Even if it succeeded, at best it could create small, easily extinguishable fires. Regular flaming arrows and catapult ammunition would have far more range and effectiveness, not to mention being easier to deploy.The only practical function such a weapon would have is to use its rays to temporarily blind the crews and marines of the attacking ships. Despite its shortcomings, the novel concept of using light as a lethal weapon presages modern laser technology that is still under development to this day.
3. Biological Warfare
After a series of disputes, the Mongolian Golden Horde laid siege to the Genoese trading city of Caffa in 1346, in what is in the modern day Crimea. The bubonic plague had already started to ravage Crimea, and it rapidly spread to the besieging Mongolian forces, killing thousands.
According to the memoirs of the Italian Gabriele de’ Mussi, the Mongolian Khan Janibeg had ordered the bodies of his soldiers killed by the plague hurled over Caffa’s walls. De’ Mussi wrote: “Soon the rotting corpses tainted the air and poisoned the water supply, and the stench was so overwhelming that hardly one in several thousand was in a position to flee the remains of the Tartar army. Moreover one infected man could carry the poison to others, and infect people and places with the disease by look alone. No one knew, or could discover, a means of defense.”
It has been theorized that Italian ships fleeing the city helped spread the bubonic plague to Europe and start the Black Death, which may have killed more than a quarter of the continent’s population. Considering how many other sources there were for the plague, however, the siege at Caffa may have only played a small role in the ghastly pandemic.
Various flaming liquids and incendiary weapons are known to have been in use since antiquity, but it was the Byzantine Empire that created what could be considered an ancient precursor to napalm, though its exact composition has been lost. The substance known as naptha, or Greek fire, was typically used in clay pots thrown by hand or catapult to ignite enemy ships, siege engines, and troops, but it also was used in some the first flamethrowers.
When used on ships, large brass tubes mounted on the prow were filled with naptha, and large blacksmith’s bellows were rapidly pumped to spray the flaming liquid onto enemy ships. Naptha reputedly could only be extinguished with sand, and water would only spread it about and make the fire worse.
Small hand units, called cheiroseiphon, were scaled down versions of the ones used by ships. They were typically used to ignite enemy siege towers, but some ancient Byzantine strategists recommended its use on the battlefield to terrify enemy formations. It may have only been used to spray the liquid before a secondary fire source ignited it, but contemporary Byzantine illuminations show it being used to directly shoot fire.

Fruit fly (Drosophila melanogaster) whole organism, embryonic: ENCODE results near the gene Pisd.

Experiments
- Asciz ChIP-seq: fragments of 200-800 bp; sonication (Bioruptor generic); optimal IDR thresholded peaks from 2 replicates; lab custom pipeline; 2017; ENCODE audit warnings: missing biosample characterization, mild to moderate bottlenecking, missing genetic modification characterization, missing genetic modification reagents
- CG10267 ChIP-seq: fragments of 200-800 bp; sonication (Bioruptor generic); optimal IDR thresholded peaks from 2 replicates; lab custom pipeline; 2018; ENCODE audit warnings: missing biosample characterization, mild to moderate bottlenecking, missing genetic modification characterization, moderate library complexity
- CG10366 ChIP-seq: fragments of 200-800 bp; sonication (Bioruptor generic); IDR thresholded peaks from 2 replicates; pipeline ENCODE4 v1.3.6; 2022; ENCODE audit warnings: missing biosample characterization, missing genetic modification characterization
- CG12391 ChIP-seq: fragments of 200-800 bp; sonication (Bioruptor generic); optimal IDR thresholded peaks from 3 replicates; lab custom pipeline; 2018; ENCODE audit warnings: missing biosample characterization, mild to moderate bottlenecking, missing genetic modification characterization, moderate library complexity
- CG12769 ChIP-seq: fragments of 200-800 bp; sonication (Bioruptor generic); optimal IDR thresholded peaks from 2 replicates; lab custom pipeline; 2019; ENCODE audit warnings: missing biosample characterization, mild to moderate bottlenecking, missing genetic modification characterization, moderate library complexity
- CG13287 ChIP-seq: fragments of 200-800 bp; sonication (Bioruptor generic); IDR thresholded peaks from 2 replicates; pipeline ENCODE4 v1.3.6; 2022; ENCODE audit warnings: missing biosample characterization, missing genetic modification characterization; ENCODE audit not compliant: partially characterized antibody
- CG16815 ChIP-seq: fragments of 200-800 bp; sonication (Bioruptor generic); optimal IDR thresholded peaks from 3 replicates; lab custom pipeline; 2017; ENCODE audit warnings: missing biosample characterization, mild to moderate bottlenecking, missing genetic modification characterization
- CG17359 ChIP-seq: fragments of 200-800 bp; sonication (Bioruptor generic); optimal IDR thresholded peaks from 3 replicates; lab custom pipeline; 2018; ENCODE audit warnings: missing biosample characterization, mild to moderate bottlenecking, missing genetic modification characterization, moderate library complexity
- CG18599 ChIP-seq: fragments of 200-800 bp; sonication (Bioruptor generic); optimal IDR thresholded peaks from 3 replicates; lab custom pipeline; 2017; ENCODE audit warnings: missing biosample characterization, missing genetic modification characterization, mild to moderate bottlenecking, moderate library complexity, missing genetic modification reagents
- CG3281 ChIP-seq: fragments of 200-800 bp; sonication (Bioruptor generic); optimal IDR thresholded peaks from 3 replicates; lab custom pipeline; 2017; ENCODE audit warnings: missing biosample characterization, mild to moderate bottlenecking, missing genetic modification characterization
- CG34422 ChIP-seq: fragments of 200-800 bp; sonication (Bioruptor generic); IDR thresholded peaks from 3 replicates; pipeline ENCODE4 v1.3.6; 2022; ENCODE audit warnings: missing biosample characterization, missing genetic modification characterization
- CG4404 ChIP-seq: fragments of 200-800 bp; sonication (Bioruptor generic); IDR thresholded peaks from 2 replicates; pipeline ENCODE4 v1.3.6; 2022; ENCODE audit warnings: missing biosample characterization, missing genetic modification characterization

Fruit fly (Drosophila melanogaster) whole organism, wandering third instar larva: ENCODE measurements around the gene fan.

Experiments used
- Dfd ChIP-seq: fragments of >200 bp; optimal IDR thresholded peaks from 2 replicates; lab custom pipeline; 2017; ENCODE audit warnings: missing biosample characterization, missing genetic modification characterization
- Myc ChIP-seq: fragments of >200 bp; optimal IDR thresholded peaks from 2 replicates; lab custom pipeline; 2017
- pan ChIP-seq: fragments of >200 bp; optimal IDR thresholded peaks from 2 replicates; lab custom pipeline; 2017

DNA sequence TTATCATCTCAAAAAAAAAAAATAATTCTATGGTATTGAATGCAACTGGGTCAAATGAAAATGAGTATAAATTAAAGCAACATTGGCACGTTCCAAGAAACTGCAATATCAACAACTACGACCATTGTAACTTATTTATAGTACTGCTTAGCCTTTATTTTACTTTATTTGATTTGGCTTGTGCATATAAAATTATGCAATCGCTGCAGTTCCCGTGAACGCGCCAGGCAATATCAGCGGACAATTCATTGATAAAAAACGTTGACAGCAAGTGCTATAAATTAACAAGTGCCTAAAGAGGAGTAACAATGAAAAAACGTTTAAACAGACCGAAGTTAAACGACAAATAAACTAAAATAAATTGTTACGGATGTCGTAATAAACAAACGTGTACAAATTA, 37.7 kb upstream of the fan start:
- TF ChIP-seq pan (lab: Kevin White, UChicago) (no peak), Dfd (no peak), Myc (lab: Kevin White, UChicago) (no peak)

Mexican legislators proposed ending cooperation with the US on immigration, counterterrorism, and fighting organized crime “as long as President Donald Trump does not act with the respect that migrants deserve.”
The proposal was made on June 20, 2018, by the Mexican Congress’ Permanent Commission, which meets while Congress is in recess, and asks the executive branch to “consider the possibility of withdrawing from any bilateral cooperation scheme” with the US on those issues.
Mexican legislators called on their US counterparts to “end the inhumane and criminal action of separating migrant families, taking into account the best interests of the children and giving priority to the respect of human rights.”
It also called on the international community and human-rights defense groups to condemn the detention and separation of children and to end the policy and asked Mexican representatives to international bodies to use diplomatic means to halt the policy. (Trump rescinded the policy on June 20, 2018, in the face of domestic backlash.)
While announcing the proposal, Ernesto Cordero Arroyo, a senator for the conservative National Action Party, said the US “is a partner, allied in diverse causes and a friend that doesn’t deserve a government like that of Donald Trump,” adding that Mexico would not support a country that “systematically violates human rights and that doesn’t have respect for the life and dignity of people.”
Cordero said Trump “incentivizes and defends a discourse of hate inside and outside of his country,” encouraging racists groups and generating stereotypes of minorities, and that the US president has started a “trade war” through tariffs and rejected international cooperation, citing the US’s withdrawal from the Paris climate accord.
Other Mexican officials have criticized Trump’s immigration policy. Foreign Minister Luis Videgaray, who has developed a close relationship with Trump’s son-in-law and adviser Jared Kushner, condemned the separation policy as “cruel and inhumane” on June 19, 2018.
On June 20, 2018, Videgaray welcomed Trump’s decision to end the policy as “good news” but said the Mexican government would continue to provide consular protection to children in vulnerable situations.
Victor Manuel Giorgana — the president of the foreign-relations committee in Mexico’s lower house and a member of the governing Institutional Revolutionary Party — said Trump had not done enough to protect migrant children and that Trump only backed down in order further his political agenda, namely securing funding for a border wall.
“The situation didn’t change in any way, except that [the children] are not separated,” he told newspaper Milenio, adding that those children would still be held in “inhumane” conditions.
The senate commission’s proposal is not the first of its kind.
In that resolution, senators urged Mexican President Enrique Peña Nieto to suspend bilateral cooperation with the US “on matters of migration and the fight against transnational organized crime as long as President Donald Trump does not conduct himself with the civility and the respect that the people of Mexico deserve.”